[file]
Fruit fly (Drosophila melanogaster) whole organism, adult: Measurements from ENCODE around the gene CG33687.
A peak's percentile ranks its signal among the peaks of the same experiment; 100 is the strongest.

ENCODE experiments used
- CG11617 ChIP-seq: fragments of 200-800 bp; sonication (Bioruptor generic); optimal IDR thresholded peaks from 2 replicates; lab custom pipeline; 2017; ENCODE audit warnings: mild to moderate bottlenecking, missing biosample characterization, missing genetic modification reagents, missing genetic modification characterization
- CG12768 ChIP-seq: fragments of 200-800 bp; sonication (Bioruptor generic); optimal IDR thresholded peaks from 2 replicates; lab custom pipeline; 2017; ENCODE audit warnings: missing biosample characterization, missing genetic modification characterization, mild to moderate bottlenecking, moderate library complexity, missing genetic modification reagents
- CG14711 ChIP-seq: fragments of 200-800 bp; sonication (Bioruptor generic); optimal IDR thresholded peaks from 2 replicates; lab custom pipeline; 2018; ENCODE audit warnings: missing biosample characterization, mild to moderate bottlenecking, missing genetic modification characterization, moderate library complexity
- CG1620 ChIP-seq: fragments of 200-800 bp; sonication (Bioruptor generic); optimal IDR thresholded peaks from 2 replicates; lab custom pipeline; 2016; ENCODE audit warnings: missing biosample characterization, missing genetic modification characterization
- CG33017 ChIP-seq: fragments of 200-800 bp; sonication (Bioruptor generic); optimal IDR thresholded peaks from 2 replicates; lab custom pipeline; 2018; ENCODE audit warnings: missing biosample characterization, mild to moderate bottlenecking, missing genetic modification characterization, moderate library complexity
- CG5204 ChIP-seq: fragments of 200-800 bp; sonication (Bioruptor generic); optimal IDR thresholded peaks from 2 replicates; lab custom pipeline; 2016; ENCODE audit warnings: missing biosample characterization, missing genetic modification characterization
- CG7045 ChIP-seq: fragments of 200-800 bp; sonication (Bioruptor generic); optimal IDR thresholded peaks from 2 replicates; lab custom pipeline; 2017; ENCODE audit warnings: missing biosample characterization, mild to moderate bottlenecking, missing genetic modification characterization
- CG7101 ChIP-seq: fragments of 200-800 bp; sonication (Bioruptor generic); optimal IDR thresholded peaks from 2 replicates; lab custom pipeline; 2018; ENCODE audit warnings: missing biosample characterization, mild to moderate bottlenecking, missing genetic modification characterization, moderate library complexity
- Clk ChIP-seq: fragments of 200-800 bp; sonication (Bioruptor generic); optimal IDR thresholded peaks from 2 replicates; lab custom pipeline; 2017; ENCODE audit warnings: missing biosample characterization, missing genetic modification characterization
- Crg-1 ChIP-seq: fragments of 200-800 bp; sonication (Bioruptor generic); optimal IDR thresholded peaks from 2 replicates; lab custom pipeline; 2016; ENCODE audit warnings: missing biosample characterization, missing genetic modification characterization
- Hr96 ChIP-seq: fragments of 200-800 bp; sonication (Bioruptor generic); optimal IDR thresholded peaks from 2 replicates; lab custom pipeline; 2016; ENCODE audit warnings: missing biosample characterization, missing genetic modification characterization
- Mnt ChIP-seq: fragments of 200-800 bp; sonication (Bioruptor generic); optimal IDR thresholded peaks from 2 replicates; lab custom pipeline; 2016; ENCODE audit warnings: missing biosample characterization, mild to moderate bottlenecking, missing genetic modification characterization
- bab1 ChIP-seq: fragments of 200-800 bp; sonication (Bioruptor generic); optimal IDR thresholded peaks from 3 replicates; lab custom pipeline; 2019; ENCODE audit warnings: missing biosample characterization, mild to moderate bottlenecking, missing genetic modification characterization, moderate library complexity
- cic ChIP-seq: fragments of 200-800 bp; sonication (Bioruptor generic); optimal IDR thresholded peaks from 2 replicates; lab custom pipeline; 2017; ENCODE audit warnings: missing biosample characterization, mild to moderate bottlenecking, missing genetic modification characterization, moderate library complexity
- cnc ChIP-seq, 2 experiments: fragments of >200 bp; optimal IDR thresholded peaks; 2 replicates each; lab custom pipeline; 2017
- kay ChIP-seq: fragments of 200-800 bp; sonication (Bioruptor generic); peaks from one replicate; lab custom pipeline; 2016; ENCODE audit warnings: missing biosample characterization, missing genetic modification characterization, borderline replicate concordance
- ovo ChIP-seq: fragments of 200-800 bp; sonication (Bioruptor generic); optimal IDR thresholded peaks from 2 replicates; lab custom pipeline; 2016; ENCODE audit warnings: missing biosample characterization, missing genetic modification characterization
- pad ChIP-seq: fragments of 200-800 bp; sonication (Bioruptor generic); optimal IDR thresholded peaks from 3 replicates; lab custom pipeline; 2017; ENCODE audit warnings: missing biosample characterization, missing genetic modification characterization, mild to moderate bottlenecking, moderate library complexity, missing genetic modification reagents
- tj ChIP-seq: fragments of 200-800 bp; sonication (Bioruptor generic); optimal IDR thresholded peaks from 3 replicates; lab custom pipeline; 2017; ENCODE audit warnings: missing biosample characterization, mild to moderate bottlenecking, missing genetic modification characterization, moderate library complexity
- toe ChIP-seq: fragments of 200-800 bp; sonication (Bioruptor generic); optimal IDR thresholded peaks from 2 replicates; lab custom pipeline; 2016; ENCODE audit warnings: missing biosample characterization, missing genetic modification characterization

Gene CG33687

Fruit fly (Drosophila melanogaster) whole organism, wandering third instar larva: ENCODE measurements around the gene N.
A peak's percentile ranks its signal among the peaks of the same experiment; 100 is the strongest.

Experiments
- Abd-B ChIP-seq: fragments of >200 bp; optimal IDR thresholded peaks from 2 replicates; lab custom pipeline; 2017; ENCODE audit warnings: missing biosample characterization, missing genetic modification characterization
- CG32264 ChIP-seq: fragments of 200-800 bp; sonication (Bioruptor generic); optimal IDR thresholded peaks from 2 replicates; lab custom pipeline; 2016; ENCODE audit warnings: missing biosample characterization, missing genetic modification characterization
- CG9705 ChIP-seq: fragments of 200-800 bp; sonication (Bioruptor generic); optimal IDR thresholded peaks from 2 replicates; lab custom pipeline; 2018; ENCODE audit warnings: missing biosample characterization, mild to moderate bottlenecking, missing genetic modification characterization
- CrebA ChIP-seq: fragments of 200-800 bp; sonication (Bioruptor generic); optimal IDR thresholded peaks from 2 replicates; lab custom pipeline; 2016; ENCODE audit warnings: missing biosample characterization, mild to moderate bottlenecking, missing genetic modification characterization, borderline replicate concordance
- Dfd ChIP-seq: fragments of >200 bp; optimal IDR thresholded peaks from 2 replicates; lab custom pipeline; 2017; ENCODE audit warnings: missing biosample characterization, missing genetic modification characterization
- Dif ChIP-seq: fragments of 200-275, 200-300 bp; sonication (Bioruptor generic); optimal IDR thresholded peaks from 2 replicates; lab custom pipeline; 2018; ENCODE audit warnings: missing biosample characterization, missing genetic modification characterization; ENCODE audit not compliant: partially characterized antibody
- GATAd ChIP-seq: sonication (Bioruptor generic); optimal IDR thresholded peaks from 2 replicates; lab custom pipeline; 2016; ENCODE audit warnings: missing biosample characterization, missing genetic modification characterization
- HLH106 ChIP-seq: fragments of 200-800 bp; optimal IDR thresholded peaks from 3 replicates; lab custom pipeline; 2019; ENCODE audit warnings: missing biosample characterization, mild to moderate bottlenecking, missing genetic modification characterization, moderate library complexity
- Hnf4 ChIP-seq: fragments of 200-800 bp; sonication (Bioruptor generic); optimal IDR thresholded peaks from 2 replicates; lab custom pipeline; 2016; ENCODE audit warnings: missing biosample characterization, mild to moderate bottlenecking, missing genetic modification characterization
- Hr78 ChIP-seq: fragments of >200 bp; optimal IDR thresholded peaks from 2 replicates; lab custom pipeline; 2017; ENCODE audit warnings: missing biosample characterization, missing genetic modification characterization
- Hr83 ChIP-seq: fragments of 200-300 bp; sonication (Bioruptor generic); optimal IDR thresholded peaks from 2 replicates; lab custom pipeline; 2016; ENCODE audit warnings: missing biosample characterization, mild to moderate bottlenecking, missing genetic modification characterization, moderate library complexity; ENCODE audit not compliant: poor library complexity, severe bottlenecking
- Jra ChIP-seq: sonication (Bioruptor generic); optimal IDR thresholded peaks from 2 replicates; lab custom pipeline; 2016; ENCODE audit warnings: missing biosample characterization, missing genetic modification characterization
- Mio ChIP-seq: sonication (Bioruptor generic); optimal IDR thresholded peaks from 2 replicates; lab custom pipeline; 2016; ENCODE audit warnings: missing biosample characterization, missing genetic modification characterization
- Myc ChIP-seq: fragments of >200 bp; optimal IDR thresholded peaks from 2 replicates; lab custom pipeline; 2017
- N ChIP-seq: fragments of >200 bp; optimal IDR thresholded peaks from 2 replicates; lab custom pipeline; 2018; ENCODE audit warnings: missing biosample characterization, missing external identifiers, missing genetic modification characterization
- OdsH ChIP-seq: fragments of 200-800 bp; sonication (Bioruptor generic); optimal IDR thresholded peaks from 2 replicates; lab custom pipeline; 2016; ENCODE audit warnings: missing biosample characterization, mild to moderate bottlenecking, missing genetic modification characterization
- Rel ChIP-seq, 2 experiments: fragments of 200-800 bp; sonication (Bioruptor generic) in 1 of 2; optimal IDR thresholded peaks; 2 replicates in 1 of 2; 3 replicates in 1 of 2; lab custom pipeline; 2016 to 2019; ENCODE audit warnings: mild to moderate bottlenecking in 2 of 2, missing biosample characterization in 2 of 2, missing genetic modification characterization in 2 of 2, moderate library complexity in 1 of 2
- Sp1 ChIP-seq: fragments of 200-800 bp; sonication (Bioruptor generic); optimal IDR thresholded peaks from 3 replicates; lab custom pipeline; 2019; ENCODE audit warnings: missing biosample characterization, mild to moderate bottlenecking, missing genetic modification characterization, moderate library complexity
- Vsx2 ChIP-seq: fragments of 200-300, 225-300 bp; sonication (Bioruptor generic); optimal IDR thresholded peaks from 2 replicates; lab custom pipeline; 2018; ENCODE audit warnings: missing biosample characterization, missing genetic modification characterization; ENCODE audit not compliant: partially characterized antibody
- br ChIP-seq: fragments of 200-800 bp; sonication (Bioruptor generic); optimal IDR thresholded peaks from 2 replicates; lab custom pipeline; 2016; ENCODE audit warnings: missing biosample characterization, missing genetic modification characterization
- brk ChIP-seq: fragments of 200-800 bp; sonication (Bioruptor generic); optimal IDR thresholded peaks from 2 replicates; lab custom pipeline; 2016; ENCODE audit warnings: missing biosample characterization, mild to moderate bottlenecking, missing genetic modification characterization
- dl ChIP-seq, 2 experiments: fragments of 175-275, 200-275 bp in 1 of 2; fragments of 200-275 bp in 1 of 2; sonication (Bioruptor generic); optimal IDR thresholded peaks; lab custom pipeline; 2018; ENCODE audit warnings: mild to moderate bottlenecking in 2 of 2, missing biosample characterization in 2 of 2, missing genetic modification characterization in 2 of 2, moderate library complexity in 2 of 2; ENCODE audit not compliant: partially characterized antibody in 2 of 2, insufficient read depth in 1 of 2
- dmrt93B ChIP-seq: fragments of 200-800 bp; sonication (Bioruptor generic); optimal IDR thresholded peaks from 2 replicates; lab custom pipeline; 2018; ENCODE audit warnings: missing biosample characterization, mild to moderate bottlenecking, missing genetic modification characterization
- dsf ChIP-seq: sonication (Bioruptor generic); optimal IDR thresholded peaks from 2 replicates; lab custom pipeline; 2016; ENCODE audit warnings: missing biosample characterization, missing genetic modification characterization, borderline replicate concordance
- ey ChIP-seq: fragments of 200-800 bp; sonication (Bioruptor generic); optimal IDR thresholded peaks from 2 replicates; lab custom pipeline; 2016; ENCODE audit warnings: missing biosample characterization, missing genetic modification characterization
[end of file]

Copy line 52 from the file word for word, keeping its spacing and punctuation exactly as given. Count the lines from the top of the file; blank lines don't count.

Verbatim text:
- ey ChIP-seq: fragments of 200-800 bp; sonication (Bioruptor generic); optimal IDR thresholded peaks from 2 replicates; lab custom pipeline; 2016; ENCODE audit warnings: missing biosample characterization, missing genetic modification characterization